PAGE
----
Establishing the nature and extent of a neurological condition is an important first step to receiving proper care. If your neurologist suspects you have a neuromuscular disorder, such as multiple sclerosis, or other nervous system damage, you may need an evoked potentials test.
An evoked potentials test measures the amount of time it takes for your nerves to respond to stimulation, as well as the size of the response. There are three main types of evoked responses that are measured, including:
- Visual Evoked Response—Occurs when your eyes are stimulated by light or looking at a screen with a pattern on it.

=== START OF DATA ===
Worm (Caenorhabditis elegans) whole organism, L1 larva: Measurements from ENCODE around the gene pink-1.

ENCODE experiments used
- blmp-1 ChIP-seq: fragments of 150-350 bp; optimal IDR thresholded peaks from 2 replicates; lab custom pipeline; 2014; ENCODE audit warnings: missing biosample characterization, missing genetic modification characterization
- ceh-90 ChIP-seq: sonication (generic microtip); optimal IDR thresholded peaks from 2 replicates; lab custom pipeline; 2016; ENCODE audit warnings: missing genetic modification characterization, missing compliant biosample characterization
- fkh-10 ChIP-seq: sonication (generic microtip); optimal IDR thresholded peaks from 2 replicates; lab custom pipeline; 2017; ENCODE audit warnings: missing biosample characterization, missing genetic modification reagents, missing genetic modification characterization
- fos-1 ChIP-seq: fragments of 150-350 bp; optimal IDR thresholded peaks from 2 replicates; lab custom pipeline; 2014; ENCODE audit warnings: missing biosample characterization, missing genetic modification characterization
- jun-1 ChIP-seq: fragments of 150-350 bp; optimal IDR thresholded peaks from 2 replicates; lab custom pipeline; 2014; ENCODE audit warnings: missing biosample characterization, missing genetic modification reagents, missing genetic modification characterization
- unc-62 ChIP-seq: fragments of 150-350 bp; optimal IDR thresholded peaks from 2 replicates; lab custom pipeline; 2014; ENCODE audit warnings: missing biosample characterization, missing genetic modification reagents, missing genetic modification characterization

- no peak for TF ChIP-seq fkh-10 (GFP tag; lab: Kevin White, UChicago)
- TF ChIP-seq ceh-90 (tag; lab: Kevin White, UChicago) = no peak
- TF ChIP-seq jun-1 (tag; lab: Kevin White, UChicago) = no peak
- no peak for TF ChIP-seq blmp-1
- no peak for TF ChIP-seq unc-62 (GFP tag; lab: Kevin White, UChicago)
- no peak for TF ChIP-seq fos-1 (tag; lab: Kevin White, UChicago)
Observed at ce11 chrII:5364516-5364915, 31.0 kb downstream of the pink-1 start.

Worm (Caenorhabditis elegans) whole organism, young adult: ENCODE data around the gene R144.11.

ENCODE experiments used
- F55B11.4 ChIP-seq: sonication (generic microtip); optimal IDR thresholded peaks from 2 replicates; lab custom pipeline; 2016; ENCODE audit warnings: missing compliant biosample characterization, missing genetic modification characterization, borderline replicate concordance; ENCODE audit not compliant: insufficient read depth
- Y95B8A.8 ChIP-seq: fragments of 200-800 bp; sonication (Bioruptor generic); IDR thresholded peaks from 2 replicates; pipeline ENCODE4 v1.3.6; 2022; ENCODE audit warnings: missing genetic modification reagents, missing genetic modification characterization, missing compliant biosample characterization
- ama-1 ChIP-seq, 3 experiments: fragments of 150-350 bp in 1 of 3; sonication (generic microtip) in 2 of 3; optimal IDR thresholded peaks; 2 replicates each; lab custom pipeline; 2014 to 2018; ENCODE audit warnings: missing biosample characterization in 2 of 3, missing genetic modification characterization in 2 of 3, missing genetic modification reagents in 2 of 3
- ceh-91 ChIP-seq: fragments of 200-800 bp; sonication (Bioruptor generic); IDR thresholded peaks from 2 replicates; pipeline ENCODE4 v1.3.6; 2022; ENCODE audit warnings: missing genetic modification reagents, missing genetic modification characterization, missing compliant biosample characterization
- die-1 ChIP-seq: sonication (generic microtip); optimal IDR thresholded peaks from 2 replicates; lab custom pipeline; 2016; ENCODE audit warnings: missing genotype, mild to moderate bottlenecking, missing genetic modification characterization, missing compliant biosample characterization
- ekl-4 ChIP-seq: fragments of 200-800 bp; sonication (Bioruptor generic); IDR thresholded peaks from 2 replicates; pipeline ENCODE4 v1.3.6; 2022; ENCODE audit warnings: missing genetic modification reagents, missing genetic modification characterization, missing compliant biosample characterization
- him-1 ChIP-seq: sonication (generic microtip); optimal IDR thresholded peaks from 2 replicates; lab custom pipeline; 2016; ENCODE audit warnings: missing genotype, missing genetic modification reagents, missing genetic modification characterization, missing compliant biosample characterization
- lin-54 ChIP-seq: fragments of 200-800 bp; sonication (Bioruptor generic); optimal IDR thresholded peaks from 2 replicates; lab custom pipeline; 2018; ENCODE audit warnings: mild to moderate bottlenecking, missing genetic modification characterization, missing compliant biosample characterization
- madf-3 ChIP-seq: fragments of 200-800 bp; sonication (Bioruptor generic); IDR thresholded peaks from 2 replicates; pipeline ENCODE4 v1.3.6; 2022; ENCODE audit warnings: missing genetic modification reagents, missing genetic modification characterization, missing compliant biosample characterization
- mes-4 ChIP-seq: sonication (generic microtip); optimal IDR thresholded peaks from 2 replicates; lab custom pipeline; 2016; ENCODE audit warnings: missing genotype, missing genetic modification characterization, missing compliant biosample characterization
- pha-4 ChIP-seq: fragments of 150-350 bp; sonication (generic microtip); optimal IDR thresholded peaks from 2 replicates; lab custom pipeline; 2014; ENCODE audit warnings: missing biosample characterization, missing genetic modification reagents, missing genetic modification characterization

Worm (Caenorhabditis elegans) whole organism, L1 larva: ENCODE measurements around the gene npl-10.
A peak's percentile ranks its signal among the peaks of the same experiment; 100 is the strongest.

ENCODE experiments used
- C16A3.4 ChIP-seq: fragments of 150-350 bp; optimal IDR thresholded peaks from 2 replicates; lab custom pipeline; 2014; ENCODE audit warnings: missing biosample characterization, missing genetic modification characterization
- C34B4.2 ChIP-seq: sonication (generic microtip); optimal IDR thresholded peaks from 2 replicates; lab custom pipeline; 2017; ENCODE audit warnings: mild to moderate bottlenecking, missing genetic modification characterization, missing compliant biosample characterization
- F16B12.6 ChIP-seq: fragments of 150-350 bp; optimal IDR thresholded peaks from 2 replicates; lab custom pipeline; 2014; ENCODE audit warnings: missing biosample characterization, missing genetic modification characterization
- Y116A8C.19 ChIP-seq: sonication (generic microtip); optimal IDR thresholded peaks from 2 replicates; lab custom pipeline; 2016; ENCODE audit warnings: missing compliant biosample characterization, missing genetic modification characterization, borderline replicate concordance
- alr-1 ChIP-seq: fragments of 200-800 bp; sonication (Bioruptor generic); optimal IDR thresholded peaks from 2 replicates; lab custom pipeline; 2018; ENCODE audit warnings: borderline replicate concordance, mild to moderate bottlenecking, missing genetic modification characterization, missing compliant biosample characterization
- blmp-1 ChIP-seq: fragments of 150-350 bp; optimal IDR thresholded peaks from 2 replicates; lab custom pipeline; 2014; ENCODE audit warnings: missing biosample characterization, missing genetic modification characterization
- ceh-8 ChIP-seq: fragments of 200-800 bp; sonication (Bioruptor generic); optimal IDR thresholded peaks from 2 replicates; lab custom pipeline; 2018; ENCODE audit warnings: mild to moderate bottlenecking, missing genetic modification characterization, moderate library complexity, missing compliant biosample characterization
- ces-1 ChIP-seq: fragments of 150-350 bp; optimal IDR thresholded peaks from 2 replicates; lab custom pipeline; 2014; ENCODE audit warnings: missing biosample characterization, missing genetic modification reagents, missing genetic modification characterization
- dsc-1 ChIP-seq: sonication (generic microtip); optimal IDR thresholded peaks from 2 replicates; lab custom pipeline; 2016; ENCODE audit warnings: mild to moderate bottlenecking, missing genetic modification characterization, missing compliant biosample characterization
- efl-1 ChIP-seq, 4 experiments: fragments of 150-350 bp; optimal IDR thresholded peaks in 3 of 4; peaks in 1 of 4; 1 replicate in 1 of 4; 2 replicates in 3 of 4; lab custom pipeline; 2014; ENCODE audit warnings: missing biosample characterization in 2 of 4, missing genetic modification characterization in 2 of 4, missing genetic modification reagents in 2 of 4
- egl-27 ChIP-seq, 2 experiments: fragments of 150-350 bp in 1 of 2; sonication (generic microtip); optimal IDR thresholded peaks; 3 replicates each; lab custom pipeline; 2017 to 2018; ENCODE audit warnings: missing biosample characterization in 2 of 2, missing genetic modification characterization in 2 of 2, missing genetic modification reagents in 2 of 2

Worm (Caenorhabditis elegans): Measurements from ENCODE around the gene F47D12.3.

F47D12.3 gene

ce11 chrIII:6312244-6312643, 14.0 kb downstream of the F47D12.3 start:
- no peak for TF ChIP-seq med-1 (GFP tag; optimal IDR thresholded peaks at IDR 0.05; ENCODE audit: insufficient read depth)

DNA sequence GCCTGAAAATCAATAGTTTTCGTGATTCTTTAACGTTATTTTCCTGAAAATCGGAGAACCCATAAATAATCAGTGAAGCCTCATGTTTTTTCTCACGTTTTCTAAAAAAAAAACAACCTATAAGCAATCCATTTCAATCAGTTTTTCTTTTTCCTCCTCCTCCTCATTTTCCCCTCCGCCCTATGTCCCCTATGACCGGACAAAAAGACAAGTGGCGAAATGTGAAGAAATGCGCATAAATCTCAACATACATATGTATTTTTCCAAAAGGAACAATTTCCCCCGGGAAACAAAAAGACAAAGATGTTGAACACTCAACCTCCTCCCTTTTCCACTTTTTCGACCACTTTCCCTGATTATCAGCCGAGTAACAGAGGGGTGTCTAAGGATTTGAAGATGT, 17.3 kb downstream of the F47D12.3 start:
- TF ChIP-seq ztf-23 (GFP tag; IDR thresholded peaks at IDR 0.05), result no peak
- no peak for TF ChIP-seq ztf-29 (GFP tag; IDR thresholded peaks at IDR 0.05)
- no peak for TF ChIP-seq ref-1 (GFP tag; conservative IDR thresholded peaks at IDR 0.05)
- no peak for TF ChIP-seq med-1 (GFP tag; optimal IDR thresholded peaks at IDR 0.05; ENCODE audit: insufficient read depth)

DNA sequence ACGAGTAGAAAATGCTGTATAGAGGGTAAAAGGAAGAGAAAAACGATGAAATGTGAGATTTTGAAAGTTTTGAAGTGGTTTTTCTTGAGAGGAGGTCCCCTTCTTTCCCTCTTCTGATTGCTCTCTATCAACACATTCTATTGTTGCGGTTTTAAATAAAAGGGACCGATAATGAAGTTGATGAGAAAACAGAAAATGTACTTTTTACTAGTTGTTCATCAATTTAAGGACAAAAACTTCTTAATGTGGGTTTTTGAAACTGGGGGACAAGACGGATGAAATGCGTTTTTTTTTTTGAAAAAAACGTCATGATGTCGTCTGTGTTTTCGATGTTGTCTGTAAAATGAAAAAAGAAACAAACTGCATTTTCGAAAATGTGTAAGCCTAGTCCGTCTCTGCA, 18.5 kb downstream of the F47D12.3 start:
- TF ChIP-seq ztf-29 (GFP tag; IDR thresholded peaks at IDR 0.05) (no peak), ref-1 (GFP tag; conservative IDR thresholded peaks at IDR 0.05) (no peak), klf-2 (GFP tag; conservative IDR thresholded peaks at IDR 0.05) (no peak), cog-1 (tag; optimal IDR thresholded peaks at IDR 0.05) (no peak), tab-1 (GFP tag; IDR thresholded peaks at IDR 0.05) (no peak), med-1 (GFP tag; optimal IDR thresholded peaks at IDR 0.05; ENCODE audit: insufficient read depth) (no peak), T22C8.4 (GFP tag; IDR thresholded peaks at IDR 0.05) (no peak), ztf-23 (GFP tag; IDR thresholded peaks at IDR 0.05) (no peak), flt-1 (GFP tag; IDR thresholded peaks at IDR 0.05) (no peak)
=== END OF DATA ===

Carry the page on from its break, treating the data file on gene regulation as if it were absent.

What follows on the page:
- Auditory—Occurs when your hearing is stimulated by listening to a test noise sent through headphones.
- Somatosensory—Occurs when the nerves of your arms and legs are stimulated by a mild electrical pulse.
During an evoked potentials test, your neurologist or electroneurodiagnostic technologist applies conducting gel and electrodes to your scalp, as well as other locations on your body. A stimulus, whether it be auditory, visual or sensory, is provided and the electrodes measure the time it takes for your nerves to respond to the stimulation. A computer interprets this data, measuring the size of your brain’s response and identifying the location of any nerve damage.
The test typically takes about 30 minutes to an hour to complete. Talk to your doctor about whether this test is right for you.